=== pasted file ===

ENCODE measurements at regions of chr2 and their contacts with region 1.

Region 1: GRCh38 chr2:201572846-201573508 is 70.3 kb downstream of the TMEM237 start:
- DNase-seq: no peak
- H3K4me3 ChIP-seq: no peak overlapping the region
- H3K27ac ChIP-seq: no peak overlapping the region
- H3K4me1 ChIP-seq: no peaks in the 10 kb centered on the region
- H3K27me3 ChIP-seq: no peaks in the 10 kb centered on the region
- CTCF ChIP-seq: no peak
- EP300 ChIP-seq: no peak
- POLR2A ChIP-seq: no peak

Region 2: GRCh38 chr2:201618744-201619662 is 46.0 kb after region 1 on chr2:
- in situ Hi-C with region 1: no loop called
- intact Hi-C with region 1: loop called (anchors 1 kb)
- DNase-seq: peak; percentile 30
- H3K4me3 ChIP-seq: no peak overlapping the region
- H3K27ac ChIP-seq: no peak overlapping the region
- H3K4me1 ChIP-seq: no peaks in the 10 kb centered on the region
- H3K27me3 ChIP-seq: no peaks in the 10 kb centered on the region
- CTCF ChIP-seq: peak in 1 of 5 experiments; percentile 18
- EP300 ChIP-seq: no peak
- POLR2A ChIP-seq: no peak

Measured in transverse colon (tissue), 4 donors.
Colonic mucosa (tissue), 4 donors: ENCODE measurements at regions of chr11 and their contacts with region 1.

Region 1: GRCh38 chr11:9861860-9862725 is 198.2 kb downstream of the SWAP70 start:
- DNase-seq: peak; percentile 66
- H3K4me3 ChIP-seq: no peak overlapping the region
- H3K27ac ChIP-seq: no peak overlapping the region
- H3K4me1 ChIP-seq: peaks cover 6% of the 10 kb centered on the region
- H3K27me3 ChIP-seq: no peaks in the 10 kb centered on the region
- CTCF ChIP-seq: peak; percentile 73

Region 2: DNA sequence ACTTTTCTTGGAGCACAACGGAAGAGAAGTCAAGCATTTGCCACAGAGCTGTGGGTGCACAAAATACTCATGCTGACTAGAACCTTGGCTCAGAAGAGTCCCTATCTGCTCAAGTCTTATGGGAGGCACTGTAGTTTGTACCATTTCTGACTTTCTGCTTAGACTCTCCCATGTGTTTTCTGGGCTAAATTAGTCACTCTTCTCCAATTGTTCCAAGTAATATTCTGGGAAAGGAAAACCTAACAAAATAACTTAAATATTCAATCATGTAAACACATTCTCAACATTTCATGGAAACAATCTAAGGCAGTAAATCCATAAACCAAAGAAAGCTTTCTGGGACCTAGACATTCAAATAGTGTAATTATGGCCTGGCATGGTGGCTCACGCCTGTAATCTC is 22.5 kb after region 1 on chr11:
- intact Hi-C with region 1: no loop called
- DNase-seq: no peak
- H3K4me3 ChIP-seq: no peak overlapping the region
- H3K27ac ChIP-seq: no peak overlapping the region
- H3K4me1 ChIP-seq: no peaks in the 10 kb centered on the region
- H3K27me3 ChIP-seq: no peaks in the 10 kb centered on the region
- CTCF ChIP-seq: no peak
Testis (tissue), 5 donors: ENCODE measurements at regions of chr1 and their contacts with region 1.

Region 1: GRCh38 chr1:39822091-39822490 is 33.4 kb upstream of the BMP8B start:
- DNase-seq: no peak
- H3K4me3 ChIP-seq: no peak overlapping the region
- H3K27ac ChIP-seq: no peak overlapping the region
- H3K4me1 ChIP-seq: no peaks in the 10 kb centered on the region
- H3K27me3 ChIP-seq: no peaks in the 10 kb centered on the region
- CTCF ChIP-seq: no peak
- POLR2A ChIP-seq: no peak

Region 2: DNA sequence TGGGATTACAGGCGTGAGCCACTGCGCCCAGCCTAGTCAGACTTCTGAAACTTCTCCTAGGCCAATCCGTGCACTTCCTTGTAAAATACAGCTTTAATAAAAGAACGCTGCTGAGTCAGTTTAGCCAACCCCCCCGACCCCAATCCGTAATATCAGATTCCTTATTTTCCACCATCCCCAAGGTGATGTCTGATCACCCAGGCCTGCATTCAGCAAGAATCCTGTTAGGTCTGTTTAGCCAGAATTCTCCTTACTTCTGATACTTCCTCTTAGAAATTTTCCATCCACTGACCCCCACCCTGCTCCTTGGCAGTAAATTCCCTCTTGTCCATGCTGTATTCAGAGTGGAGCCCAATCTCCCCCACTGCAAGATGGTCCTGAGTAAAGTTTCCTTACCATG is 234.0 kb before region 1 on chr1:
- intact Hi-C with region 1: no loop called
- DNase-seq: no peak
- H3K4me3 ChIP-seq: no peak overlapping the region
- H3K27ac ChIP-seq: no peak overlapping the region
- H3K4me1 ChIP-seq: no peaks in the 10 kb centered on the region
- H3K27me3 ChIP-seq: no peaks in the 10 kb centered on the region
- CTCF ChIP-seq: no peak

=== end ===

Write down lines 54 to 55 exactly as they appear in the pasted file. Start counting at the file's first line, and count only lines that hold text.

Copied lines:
- H3K27me3 ChIP-seq: no peaks in the 10 kb centered on the region
- CTCF ChIP-seq: no peak